The version I prefer is the EP version from April 2013, a seven-minute tour de force that includes Eric Tubon’s synth intro. It reminds me that before “Dahilan” and “Laro,” the early contours of the band’s sound were partly shaped by someone who had a flair for the memorably grand keyboard hook, and since then Autotelic has found other interesting ways to reel listeners in.

Another honorable mention is another Autotelic song, “Unstable,” which is the second song Villena composed. It was used in the 2015 film project Where the Light Settles. The band played this, “Misteryoso,” “Laro,” and “Dahilan” last Fete de la Musique at the indie stage, where they have been playing since 2014.

2. “Nakauwi Na,” Ang Bandang Shirley

This song has been in my consciousness before I started writing about music, when I would drop by a Meiday gig or two to catch Outerhope and then hear Shirley end their sets there with this tune, composed by Ean Aguila. This was before I later learned that the best way to enjoy the tune live was to dance to it with a group of people while trying to shout along.

In an interview I did for the now defunct site pindiemusic, I asked Aguila about the story of this song. He explained that he wrote it for a woman he was dating up there, and it consisted, lyrically, of lines from their conversations he remembered. He and Shirley lead vocalist Owel Alvero went up to Cagayan to serenade her with the song. Sometime after, I asked him in person how that went, and he merely gave me a big smile. Read into that what you will.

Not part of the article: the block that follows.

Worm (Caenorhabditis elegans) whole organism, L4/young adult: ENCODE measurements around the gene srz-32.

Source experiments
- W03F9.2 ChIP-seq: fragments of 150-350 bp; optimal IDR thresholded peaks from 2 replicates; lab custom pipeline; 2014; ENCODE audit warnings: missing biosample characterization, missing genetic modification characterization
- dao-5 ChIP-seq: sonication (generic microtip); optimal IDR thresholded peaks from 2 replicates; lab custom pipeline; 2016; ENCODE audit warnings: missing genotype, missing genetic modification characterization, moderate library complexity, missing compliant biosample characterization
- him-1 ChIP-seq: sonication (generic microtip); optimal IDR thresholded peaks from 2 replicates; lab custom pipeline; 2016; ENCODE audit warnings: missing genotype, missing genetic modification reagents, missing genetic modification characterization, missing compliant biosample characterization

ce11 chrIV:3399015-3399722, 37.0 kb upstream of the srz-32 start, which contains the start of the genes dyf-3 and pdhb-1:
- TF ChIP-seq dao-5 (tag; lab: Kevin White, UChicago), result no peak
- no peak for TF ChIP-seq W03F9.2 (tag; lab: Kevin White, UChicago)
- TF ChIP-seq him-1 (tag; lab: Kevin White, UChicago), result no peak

Ian Urrutia of Vandals on the Wall noted their performance of it at Fete de la Musique’s indie stage as one of the night’s most memorable in a piece he wrote for The Philippine Star. The crowd’s reaction, as he described it, is the reaction I will always associate with the song. As I would put it, it is energetic singing and dancing from a crowd that shares the song’s sentiments about love and finding home in a loved one.

1. “In Darkness,” The Sun Manager

The first time I heard the song was in March 2014, when I was invited to catch the third Songs from a Room gig here in Manila, but April Hernandez and her musical work was not quite unknown. The last two acts I list here are both from the UP Underground Music Community, a group whose musical and personal imprint I felt the most in the last five years. April played for at least two of their bands. But it was her solo project, a Folk U performer twice over (talk about it being life-changing!) was what turned out to be the most memorable, and personally resonant.